September 23: Lightless in Gaza

The UN has no business telling Israel to keep the lights on in Gaza.

September 23, 2007 01:10
3 minute read.
letters March 2008

letters good 88. (photo credit: Courtesy)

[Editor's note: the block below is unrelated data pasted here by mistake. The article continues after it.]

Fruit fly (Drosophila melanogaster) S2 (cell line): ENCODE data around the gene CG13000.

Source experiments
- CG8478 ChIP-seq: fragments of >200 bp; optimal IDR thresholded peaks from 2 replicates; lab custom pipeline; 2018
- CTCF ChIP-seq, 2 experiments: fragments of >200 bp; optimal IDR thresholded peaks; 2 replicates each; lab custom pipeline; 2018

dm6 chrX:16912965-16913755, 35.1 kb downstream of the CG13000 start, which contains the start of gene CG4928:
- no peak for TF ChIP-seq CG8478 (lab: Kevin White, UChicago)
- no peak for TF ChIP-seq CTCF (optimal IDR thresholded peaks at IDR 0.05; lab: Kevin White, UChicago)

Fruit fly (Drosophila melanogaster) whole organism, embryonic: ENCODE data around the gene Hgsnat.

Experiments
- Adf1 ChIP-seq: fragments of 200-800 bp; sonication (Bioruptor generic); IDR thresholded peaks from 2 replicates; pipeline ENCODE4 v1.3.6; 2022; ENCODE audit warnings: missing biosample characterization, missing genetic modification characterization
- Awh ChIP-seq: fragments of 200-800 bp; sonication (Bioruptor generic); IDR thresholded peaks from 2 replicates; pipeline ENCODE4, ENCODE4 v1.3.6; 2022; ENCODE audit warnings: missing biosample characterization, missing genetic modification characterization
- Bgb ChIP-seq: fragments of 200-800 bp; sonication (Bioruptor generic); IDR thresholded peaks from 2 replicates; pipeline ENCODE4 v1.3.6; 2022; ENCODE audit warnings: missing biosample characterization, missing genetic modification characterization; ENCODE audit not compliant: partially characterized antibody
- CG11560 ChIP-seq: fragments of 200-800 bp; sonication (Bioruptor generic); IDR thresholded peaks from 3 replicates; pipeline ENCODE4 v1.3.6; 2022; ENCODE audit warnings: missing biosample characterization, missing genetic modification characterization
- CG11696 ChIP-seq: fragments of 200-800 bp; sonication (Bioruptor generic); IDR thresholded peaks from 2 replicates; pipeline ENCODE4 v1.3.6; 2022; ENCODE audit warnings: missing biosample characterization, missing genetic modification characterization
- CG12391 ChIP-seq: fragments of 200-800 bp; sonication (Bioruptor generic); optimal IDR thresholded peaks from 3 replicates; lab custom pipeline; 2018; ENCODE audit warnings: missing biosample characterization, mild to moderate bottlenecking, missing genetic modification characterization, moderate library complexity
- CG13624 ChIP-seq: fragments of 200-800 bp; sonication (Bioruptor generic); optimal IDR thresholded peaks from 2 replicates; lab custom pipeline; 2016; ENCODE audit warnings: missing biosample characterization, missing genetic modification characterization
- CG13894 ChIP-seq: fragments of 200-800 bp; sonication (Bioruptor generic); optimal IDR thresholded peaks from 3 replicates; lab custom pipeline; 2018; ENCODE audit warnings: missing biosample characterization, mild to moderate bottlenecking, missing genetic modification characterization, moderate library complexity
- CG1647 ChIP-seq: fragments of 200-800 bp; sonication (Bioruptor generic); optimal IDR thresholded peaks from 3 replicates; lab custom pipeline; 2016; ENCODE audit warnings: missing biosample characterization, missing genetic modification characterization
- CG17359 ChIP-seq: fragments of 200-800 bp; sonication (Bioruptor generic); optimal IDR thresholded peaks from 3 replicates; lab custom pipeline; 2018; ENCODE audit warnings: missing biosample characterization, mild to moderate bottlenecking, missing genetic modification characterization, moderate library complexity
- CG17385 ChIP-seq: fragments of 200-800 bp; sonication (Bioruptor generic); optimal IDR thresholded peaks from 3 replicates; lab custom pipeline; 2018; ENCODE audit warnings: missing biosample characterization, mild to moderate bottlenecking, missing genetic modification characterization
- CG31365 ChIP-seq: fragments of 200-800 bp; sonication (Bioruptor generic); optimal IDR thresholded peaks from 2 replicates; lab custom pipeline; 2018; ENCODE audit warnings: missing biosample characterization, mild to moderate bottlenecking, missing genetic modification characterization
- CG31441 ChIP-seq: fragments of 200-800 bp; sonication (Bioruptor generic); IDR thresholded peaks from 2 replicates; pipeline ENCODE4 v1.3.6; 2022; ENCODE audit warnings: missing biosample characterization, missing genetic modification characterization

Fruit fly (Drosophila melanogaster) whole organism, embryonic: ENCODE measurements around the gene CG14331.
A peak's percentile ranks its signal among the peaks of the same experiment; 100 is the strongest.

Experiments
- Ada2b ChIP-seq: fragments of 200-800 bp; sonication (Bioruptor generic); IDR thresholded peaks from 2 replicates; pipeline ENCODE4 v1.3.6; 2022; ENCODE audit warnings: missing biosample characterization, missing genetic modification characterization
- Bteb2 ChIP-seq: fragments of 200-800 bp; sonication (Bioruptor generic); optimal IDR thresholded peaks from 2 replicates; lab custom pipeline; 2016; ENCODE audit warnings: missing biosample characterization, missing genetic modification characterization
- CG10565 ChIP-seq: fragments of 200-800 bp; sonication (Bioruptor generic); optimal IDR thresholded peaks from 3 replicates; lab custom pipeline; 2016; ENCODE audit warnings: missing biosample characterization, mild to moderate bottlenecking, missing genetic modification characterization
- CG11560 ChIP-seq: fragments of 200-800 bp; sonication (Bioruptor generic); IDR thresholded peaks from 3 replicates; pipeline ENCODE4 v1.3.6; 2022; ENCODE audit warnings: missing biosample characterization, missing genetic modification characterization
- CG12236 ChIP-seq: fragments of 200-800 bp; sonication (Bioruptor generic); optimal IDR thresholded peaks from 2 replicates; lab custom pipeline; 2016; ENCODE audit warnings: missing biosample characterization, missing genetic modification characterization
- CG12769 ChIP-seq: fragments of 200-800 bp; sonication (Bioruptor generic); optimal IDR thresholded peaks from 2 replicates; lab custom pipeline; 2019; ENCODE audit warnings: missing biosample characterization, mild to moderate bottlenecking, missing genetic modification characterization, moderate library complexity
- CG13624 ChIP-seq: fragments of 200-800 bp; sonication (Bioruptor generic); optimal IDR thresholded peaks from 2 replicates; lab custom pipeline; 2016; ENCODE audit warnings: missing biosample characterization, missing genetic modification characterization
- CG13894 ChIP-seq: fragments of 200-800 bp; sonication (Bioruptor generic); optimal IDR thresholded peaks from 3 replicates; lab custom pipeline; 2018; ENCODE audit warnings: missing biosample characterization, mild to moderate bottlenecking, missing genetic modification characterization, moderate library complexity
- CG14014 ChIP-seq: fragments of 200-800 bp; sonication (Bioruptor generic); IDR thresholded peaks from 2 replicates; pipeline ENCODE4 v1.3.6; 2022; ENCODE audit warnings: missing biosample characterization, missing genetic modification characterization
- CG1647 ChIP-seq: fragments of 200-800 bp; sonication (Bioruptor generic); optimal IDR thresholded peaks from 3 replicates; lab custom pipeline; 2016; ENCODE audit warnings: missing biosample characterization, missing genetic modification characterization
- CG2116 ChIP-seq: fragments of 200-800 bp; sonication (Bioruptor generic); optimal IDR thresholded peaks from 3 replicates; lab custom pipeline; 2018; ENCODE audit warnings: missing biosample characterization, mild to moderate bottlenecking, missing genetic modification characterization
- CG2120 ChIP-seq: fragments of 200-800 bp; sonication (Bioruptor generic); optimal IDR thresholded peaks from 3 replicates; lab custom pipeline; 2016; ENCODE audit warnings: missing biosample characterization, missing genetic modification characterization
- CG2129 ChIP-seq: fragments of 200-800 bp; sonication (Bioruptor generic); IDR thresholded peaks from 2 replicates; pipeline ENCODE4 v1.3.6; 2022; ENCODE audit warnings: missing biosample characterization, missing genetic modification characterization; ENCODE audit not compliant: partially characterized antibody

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Lightless in Gaza Sir, - The UN has no business telling Israel to keep the lights on in Gaza ("UN: Cutting power to Gaza would violate international law," September 20). The UN has remained resolutely irresolute about near-daily Kassam missile attacks on Israel's civilian infrastructure, and on Israeli deaths, so it should not now complain that Israel is finally taking steps to protect its population. The phrase "international law" is meaningless when it is one-sided and invoked only to protect our attackers. SARAH WILLIAMS Jerusalem Sir, - The decision to declare Gaza "hostile territory" emanated from the continuous barrage of Kassam rockets from Gaza; but this is overlooked by UN Secretary-General Ban Ki-Moon. Yet is punishing the civilian population of Sderot any less contrary to "human rights law" than cutting power to those who wish to kill our people? If the Hamas leadership could stop the Kassam rockets, the Israeli declaration would certainly be revoked. ALEX LOVINGER Kfar Saba Sir, - The most effective and humane way our government could stop the Kassam rockets is by quantifying its reprisals - starting with "Every Kassam rocket = one day without electricity" for Gaza; accompanied by a clear, official announcement that the Kassams are an act of war and the Hamas government, having been more or less democratically elected, is responsible for their launching. The rockets would soon stop because without electricity, Gaza's economy would grind to a halt. Internal pressure would force Hamas to stop the Kassams. For the Western media, Israel's action would be merely a publicity stunt, but regrettably a stunt is what is required to awaken the West's conscience, and it would consequently have a great impact on increasing understanding of Israel's situation. It would also silence all cries of "collective punishment" (except for the unethical ones). I hope the government has the imagination, and the guts, to carry out such an action in order to protect its citizens and end this humiliating situation. GORAN ANDRIJASEVIC Jerusalem Think about it Sir, - Re "Palestinian economy, shrinking again, may soon 'hollow out,' World Bank says" (September 19): I'm not an economist, but I'd like to suggest a few practical steps the Palestinians could take to improve their economy, including: cessation of certain exports for which the target market is saturated, such as Kassam rockets to Sderot; elimination of the massive terrorist-training sector; and emphasis by the Palestinian construction industry on building homes instead of arms and explosives smuggling tunnels - which only contribute to the hollowing out of the Palestinian economy. Y. ERVILS Jerusalem 'Look - no backbone!' Sir, - To Israel's list of achievements we can now add "Minister without Portfolio, and without backbone." After Ami Ayalon's many statements against the Olmert government, and unequivocal statements against ministers without portfolio, he has joined the ranks of spineless politicians ("Ayalon: PM will survive 2008," September 18). YONA BAUMEL Jerusalem Presumptuous? Sir, - Even though I agree with some of Dr. Yitzhak Ersoff's comments about education in Israel ("Thinking clearly about education," September 18), I find it presumptuous that someone who has lived in Israel for only a little over a year can claim to understand the problems of the educational system here. Using the American model is highly questionable unless one was fortunate enough - as I was - to grow up in one of those rare communities in which education was given the highest priority. F. ZIMMERMAN Ra'anana Just plain wrong Sir, - Haim Lerner ("Respect & suspect," Letters, September 20) is just plain wrong to accuse Michael Freund of naivete in welcoming Christian friendship ("No way to treat our Christian friends," September 19). As a concrete example of how Christians, together with Jews, are helping Israel, one need look no further than Zion Oil & Gas, which has just announced a $650,000 agreement with the Geophysical Institute of Israel to conduct one of the largest and most comprehensive geophysical surveys on-shore in Israel of the past two decades. Zion Oil & Gas was started by an evangelical Christian to explore for oil and gas in Israel and thereby help Israel become energy-independent. The company has already spent millions of dollars in Israel, to the benefit of Israel's economy. Perhaps Mr. Lerner is naive to think we can solve our problems today by repeating the thinking of the past. RICHARD RINBERG CEO, Zion Oil & Gas, Inc. Ra'anana Sir, - "Chief Rabbinate bans Jews from annual Feast of Tabernacles March" (September 19). How foolish! I went many years ago with my children, and we had a great time seeing all the different countries marching, singing and dancing along the streets of Jerusalem. We should be grateful to those coming to Israel and supporting us, and embrace them, not alienate them. We have enough enemies. STANLEY KERSEN Herzliya Pituah

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